the pesticide controversy nicely. One person argued in favor
of organic foods under the belief that regulatory agencies do
an inadequate job of protecting public health, and the other
argued that conventional food is not only safe, but also that the
use of pesticides makes fruits and vegetables more affordable.
Lu (Alex) Chensheng: Many say the pesticides found in
our food are nothing to fear because the levels fall well
below federal safety guidelines and thus aren't danger-
ous....But federal guidelines don't take into account
what effect repeated exposure to low levels of chemicals
might have on humans over time. And many pesticides
were eventually banned or restricted by the federal gov-
ernment after years of use when they were discovered to
be harmful to the environment or human health.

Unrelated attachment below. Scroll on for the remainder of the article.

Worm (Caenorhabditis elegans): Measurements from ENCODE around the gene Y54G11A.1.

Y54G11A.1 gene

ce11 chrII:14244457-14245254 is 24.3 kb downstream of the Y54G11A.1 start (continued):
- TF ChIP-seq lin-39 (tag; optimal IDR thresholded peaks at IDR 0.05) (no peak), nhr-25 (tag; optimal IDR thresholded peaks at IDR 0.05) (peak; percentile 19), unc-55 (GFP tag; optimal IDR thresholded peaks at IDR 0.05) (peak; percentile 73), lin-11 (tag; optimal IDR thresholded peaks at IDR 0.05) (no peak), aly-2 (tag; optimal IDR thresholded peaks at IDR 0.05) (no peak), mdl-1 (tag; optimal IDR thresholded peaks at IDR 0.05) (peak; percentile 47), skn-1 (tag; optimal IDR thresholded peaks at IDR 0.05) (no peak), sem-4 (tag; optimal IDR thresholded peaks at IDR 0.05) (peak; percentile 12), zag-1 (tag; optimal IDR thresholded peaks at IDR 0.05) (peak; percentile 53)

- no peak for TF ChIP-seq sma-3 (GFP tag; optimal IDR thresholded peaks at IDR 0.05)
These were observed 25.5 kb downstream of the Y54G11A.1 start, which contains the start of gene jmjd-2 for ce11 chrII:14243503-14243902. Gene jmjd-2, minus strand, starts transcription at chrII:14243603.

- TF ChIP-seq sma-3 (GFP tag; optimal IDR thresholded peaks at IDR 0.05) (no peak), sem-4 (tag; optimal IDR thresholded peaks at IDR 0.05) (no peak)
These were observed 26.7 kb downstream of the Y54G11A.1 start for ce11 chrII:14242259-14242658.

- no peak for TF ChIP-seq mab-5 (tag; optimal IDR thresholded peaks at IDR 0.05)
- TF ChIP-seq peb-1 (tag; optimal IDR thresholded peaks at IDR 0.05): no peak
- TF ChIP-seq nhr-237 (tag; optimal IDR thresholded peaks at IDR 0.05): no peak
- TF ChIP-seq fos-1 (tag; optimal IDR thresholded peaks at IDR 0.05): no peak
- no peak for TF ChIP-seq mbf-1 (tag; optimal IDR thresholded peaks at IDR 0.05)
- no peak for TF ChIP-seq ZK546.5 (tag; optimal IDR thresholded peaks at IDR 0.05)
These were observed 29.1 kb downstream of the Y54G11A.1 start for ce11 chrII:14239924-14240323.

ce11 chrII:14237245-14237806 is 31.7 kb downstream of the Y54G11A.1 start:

Janet H. Silverstein: Given the lack of data showing
that organic food leads to better health, it would be
counter-productive to encourage people to adopt an
organic diet if they end up buying less produce as a
result. . . . As for pesticide exposure, the U.S. in 1996 estab-
lished maximum permissible levels for pesticide resi-
dues in food to ensure food safety. Many studies have
shown that pesticide levels in conventional produce fall
well below those guidelines.
—“Would Americans Be Better Off Eating a Mostly
Organic Diet?” Wall Street Journal , June 17, 2013. R3.
The pesticide controversy boils down to whether the regula-
tory agencies are making wise decisions about how pesticides
are used or whether we must take measures to protect our-
selves. In the United States, that agency is the Environmental
Protection Agency (EPA), and it is charged with permitting
pesticides only when they do not present an unreasonable risk
to humans or the environment, while also taking into account
the economic costs and benefits. The controversy is whether
the EPA fulfills this charge.